Inferentialism naturalized: norms, meanings and reasons in the natural world
The philosophical foundations of inferentialism were presented in Robert Brandom's book Making It Explicit (1994), where he developed a new theory of linguistic meaning in terms of rule-governed social practices. Since then, it has been adopted and developed by a large number of authors and also has attracted various criticisms, while Brandom himself has provided further elaborations. Thus it has grown into one of the most discussed philosophical doctrines of the twenty-first century to date.
We are concerned that inferentialism is usually conceived of as a purely philosophical doctrine that provides a new perspective on uniquely human rational and expressive capacities, but which does not intersect with what science tells us about us as creatures with a natural, cultural and developmental history.
We find this a missed opportunity and our intended project of naturalizing inferentialism proposes to bridge this yawning gap. It is based on the idea that inferentialism can be mined as a rich resource of ideas that can be reconstructed in direction to a philosophical naturalism, according to which philosophy should be continuous with science. The theoretical innovations of inferentialism might in turn fertilize current scientific research. More specifically, we aim to naturalize inferentialism by reconstructing, rethinking and quite possibly revising its account of the nature of rules, reasoning, and meaning from the two main perspectives on man as a natural being: namely phylogenesis and ontogenesis.
The methods of philosophical analysis and modeling to be used to this end will be both inspired and disciplined by the current theoretical frameworks, models and hypotheses of various evolutionary sciences, psychology (developmental, cognitive, experimental) or anthropology In this way, we aim to break new philosophical ground.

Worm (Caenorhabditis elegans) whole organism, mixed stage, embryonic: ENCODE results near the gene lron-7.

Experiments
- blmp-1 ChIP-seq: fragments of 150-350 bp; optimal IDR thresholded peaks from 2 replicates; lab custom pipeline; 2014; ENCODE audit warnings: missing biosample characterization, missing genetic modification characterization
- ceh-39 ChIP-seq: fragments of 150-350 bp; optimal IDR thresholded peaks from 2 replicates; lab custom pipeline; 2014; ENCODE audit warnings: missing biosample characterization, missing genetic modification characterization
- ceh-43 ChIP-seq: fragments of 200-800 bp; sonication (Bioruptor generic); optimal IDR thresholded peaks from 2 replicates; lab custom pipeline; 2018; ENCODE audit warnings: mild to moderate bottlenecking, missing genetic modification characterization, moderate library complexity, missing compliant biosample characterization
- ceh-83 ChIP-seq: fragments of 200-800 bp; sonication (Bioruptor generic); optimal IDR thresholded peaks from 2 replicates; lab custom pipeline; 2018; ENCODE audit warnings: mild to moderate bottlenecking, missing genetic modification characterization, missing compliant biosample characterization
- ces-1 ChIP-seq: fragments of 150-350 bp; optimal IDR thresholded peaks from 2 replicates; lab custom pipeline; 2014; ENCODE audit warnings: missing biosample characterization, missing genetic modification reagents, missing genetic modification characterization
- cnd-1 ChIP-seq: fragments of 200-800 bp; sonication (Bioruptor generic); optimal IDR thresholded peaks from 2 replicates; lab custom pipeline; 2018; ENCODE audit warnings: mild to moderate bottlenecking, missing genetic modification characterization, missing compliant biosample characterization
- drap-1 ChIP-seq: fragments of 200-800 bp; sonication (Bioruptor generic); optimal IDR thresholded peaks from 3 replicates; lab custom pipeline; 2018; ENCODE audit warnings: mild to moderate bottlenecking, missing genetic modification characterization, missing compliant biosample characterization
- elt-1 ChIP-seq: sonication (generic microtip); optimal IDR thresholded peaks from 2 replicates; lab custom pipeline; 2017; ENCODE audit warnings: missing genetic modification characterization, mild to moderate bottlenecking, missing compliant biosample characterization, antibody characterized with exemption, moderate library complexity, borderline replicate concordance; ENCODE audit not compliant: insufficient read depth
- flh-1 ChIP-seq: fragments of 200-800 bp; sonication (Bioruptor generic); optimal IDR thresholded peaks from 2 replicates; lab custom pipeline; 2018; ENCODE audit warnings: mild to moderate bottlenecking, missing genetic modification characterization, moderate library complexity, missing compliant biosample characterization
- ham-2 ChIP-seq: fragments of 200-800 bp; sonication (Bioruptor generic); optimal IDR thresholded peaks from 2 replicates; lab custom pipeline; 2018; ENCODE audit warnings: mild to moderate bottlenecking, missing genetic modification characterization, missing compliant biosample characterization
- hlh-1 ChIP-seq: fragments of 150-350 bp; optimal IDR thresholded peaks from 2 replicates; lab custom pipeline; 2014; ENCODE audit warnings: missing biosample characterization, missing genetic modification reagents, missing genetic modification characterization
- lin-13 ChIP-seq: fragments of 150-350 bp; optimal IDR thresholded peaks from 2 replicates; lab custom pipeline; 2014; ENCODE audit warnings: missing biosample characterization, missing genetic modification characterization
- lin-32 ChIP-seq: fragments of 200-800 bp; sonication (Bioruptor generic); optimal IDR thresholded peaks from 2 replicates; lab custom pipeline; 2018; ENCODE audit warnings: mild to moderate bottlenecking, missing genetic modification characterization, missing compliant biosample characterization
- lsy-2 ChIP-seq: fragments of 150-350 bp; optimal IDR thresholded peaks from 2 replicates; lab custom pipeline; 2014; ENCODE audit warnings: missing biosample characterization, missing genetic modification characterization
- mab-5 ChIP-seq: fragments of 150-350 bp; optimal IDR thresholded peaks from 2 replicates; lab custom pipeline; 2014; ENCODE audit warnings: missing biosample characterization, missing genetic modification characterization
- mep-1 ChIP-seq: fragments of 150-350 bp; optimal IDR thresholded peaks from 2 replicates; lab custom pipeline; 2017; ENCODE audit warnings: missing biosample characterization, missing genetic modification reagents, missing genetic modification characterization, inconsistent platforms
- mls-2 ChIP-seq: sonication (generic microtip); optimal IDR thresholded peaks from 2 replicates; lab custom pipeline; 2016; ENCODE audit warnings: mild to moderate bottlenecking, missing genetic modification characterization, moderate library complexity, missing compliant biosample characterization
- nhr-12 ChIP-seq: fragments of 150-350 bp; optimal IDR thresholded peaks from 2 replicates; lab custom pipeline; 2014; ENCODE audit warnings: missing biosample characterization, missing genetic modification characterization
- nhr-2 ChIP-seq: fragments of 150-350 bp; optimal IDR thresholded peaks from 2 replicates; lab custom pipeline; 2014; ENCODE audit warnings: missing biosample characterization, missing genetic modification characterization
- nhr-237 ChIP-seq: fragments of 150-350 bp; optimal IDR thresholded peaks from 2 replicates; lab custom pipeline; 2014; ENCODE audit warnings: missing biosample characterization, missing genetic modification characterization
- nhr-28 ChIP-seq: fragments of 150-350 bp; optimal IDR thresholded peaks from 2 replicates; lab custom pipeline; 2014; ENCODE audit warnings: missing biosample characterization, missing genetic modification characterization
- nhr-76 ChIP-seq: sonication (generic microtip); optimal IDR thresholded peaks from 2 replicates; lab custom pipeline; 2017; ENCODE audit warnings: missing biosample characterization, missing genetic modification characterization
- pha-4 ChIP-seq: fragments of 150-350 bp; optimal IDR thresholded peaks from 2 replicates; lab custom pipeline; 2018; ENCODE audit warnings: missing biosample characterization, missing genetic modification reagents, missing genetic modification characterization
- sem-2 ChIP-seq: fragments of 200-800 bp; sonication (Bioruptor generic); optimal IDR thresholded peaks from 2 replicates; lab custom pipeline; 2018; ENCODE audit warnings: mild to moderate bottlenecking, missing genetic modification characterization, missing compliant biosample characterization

Two main ingredients that shape Brandom's inferentialism are the convictions, that firstly, meaning is the role of the expression within our "language games" and, secondly, that these "language games" are essentially rule-governed. The first of these ingredients is nowadays called the use-theory of meaning and it is often associated with the inventor of the term "language game", the later Wittgenstein. But of course, this view of meaning has also suited other philosophical approaches, such as the pragmatists' and the later neopragmatists' – like Quine or Rorty – as well as, in some aspects, exponents of the school of ordinary language philosophy. What is distinctive about Brandom is the peculiar normative twist he adds to the use-theory: meaning is not just a pattern of employment, meaning worth the name is the role of the expression conferred on it by the rules which govern it.
Brandom’s normative use theory was a development from two precedents. There is the "rule-following discussion" concentrating on the views of Wittgenstein (for whom rules do play an important role in our "language games"). And Brandom’s philosophical mentor Wilfred Sellars also emphasized the essential role of rules for our linguistic activities. Brandom's main contribution is his development of Sellars' idea that the rules governing our linguistic practices – and specifically those that constitute meanings – must include broadly conceived inferential norms. Such rules determine which linguistic items it is correct or appropriate to publicly display (assert) in the context of previous performances of the same kind and/or in response to environing stimuli, as well as which non-verbal actions are appropriate as responses to such performances